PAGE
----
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Occupational physical demand and risk of hip fracture in older women
  1. Aimee J Palumbo1,
  2. Yvonne L Michael1,
  3. Igor Burstyn1,2,
  4. Brian K Lee1,
  5. Robert Wallace3
  1. 1Department of Epidemiology and Biostatistics, Drexel University, School of Public Health, Philadelphia, Pennsylvania, USA
  2. 2Department of Environmental and Occupational Health, Drexel University, School of Public Health, Philadelphia, Pennsylvania, USA
  3. 3Department of Epidemiology, University of Iowa, Iowa City, Iowa, USA
  1. Correspondence to Aimee J Palumbo, Department of Epidemiology & Biostatistics, Drexel University, School of Public Health, 3215 Market Street, 5th Floor, Philadelphia, PA 19104, USA; aimee.palumbo{at}


Objectives Hip fractures are leading causes of disability, morbidity and mortality among older women. Since physical activity helps maintain physical functioning and bone mineral density, occupational physical demand may influence fracture risk. This study investigates the association of occupational physical demand with hip fracture incidence among women.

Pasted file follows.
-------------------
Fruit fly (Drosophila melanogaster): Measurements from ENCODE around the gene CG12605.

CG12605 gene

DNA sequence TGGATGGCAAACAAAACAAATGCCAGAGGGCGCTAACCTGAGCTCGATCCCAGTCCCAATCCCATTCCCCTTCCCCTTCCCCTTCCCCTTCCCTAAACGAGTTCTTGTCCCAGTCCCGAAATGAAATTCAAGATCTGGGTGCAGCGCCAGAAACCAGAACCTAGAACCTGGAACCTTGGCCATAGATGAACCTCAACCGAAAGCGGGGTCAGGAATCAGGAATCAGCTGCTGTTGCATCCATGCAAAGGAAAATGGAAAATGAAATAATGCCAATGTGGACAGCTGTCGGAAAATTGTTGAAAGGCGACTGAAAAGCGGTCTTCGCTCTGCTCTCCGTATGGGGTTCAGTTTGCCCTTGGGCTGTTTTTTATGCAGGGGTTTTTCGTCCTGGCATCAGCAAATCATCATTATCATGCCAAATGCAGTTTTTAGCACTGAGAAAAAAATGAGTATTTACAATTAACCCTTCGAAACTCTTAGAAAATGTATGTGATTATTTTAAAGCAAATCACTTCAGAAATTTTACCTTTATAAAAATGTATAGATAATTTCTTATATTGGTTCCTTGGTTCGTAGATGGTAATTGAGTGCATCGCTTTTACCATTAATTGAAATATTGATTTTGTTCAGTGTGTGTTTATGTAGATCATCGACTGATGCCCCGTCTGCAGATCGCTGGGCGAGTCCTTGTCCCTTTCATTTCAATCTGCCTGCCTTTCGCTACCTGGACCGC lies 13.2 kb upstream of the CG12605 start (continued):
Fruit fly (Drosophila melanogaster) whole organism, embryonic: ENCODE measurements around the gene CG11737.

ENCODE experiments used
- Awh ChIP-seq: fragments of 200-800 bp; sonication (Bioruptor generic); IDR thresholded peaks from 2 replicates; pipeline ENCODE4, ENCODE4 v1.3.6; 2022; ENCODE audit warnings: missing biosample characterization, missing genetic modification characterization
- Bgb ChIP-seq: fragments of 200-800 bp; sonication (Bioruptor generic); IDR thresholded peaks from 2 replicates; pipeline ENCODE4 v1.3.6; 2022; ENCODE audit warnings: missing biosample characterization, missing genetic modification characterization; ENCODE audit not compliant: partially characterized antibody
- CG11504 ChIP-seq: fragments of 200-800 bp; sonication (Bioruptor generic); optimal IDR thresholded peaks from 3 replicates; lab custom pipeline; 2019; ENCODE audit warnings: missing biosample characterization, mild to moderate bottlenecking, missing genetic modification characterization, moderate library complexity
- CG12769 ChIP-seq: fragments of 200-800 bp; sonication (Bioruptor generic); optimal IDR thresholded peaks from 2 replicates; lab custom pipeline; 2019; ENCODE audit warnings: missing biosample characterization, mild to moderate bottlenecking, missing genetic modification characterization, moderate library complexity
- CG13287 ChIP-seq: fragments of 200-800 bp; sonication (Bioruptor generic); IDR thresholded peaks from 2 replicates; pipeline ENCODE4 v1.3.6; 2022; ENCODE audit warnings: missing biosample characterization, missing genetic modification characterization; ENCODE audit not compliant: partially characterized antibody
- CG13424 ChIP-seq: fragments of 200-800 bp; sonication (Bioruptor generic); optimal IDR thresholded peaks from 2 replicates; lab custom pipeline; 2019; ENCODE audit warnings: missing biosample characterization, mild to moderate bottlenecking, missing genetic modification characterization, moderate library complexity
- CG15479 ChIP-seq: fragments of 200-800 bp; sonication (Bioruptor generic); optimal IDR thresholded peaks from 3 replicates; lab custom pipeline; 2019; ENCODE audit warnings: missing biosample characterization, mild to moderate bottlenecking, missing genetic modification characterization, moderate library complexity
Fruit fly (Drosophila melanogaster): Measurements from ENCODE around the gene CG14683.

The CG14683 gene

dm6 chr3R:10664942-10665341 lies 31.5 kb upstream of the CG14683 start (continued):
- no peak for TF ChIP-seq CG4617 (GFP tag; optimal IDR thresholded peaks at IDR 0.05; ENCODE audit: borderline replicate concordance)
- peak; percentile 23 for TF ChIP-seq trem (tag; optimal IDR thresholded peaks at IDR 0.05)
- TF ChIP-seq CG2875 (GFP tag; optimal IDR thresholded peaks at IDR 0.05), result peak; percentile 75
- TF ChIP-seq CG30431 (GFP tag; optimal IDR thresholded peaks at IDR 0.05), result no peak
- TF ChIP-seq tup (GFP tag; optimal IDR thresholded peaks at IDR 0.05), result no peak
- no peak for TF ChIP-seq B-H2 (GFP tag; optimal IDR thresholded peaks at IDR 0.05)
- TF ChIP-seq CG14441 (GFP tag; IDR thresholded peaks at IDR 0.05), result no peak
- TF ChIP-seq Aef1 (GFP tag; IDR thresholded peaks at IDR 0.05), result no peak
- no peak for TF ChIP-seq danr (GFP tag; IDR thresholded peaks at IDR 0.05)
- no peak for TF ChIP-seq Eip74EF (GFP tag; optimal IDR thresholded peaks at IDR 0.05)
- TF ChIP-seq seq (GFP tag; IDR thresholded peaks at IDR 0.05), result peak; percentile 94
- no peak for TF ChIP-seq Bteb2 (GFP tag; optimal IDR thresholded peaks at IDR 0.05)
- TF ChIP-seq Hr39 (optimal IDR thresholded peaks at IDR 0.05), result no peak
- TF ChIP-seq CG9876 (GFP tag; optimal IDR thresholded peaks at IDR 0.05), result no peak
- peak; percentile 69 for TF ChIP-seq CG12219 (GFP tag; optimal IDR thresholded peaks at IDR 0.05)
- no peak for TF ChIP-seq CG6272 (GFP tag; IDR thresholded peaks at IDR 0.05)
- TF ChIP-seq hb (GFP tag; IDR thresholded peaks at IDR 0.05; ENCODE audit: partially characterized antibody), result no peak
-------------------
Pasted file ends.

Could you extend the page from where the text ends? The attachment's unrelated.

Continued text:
Methods The Women's Health Initiative Observational Study is a multiethnic cohort of 93 676 postmenopausal women, 50–79 years of age at enrolment, enrolled from 1994 to 1998 at 40 geographically diverse clinical centres throughout the USA. Outcomes including hip fractures were assessed annually and up to 3 jobs held since age 18 years were reported by each woman. Occupational physical demand levels were assigned for each job through linkage of occupational titles with Standard Occupational Codes and the Occupational Information Network. Average, cumulative and peak physical demand scores both before and after menopause and throughout women's work life were estimated.

Results Women were followed through 2010 for an average of 11.5 years; 1834 hip fractures occurred during this time. We did not observe an overall association of occupational physical demand with subsequent risk of hip fracture after adjusting for age, race/ethnicity, birth region and education.

Conclusions Previous research on occupations and hip fracture risk in women is inconclusive. This study was able to take critical risk periods into account and control for confounding factors in a large cohort of older women to show that overall occupational physical demand neither increases nor decreases risk of hip fracture later in life.

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